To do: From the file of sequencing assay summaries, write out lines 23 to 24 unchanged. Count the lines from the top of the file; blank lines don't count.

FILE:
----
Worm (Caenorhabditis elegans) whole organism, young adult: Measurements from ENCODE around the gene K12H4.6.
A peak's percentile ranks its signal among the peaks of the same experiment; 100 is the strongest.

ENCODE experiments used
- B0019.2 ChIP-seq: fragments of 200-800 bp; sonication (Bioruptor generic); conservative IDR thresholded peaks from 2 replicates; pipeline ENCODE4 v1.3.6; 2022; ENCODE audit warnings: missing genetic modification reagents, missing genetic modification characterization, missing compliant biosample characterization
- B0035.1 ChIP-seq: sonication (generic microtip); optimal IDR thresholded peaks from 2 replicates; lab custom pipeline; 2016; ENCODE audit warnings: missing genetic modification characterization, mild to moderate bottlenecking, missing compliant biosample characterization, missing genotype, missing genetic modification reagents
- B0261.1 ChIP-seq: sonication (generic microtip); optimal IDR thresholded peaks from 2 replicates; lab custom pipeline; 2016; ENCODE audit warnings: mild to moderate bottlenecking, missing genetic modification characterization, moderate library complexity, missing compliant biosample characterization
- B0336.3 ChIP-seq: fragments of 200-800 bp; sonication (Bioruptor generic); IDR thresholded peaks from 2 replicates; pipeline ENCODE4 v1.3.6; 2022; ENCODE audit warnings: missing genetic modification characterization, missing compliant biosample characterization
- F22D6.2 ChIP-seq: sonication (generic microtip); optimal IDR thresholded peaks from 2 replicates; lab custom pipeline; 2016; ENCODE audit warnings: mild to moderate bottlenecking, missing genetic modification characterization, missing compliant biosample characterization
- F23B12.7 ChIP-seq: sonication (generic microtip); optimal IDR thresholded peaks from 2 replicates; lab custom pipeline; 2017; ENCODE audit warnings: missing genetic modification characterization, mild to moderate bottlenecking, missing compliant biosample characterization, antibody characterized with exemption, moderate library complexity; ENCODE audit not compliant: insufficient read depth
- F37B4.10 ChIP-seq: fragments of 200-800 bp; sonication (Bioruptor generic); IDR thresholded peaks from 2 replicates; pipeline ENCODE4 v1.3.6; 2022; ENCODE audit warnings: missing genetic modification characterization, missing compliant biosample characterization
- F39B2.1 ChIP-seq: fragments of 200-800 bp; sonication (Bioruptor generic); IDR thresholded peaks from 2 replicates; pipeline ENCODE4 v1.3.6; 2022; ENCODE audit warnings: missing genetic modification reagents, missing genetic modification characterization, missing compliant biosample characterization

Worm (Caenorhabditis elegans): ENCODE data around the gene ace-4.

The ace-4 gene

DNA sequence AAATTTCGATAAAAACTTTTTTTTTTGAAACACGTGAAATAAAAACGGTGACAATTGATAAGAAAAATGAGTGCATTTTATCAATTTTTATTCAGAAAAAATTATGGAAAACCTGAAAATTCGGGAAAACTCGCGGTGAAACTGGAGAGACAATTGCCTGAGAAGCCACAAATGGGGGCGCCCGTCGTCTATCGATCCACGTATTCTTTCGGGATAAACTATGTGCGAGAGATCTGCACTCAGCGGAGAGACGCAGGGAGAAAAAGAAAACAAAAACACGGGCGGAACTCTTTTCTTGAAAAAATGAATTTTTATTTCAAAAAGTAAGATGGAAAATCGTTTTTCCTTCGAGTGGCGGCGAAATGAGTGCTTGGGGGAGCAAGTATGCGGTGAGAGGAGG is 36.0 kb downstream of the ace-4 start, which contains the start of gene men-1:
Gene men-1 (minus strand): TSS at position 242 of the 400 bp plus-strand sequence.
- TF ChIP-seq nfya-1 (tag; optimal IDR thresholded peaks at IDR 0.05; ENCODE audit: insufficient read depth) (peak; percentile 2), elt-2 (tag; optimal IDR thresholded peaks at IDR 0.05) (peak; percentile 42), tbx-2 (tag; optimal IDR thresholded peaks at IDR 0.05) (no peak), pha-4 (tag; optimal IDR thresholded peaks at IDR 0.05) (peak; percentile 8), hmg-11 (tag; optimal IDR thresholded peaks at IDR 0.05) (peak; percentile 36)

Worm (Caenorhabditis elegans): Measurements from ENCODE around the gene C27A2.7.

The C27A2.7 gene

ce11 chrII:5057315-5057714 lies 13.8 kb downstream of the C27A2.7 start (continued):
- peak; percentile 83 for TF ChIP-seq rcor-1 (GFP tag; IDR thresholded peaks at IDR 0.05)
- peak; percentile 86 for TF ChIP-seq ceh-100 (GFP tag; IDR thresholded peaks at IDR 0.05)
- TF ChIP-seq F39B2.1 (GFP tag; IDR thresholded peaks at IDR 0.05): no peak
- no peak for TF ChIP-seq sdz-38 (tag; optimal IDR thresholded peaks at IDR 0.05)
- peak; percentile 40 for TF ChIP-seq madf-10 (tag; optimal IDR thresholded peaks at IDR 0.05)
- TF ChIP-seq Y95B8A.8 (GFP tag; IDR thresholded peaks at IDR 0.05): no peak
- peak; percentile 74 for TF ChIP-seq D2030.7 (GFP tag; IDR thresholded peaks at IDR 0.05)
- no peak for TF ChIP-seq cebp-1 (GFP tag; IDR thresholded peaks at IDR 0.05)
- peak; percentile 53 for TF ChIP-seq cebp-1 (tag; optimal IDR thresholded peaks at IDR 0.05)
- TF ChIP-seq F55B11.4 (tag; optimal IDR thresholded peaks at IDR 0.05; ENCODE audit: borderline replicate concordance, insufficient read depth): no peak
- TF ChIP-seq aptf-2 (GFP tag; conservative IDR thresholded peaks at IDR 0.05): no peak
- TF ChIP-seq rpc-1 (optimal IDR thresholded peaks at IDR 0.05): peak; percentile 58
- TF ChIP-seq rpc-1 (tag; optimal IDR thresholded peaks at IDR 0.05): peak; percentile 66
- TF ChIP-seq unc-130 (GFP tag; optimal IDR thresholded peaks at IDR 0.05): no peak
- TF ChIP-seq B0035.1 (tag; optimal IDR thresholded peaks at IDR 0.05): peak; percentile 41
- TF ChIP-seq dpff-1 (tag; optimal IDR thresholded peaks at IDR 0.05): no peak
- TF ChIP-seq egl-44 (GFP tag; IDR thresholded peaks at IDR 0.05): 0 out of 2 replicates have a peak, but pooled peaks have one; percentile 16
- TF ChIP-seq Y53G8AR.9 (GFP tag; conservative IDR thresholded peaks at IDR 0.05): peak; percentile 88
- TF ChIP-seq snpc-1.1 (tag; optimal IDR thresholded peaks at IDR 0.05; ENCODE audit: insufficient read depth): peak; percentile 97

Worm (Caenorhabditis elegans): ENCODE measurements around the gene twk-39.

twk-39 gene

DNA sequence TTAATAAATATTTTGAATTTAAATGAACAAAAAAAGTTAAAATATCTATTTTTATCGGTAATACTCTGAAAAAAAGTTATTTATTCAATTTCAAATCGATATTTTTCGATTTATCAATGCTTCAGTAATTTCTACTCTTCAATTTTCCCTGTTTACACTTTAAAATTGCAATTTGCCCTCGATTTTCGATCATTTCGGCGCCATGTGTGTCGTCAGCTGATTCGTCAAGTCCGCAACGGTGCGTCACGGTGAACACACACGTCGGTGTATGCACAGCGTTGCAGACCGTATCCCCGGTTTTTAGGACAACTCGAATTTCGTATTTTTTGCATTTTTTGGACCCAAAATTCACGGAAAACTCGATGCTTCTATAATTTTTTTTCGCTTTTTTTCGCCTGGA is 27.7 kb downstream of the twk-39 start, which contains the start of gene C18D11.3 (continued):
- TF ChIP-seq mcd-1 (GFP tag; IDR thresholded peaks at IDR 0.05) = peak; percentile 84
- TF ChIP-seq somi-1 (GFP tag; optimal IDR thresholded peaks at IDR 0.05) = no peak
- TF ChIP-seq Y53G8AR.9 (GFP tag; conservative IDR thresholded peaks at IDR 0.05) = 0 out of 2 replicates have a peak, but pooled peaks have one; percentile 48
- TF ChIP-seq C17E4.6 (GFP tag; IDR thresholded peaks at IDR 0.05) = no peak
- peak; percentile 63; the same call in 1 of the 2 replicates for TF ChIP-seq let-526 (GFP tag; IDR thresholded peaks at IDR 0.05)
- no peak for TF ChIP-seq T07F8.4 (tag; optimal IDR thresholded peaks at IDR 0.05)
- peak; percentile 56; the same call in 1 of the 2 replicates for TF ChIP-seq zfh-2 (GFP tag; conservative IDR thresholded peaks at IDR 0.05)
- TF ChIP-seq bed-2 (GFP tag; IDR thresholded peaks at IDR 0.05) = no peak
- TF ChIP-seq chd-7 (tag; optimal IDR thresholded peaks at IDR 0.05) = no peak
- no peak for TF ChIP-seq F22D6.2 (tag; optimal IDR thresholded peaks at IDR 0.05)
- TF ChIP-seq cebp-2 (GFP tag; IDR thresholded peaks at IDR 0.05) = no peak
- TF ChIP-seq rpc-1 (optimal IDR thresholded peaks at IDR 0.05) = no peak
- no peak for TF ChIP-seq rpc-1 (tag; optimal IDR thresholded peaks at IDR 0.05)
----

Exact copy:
- no peak for TF ChIP-seq sdz-38 (tag; optimal IDR thresholded peaks at IDR 0.05)
- peak; percentile 40 for TF ChIP-seq madf-10 (tag; optimal IDR thresholded peaks at IDR 0.05)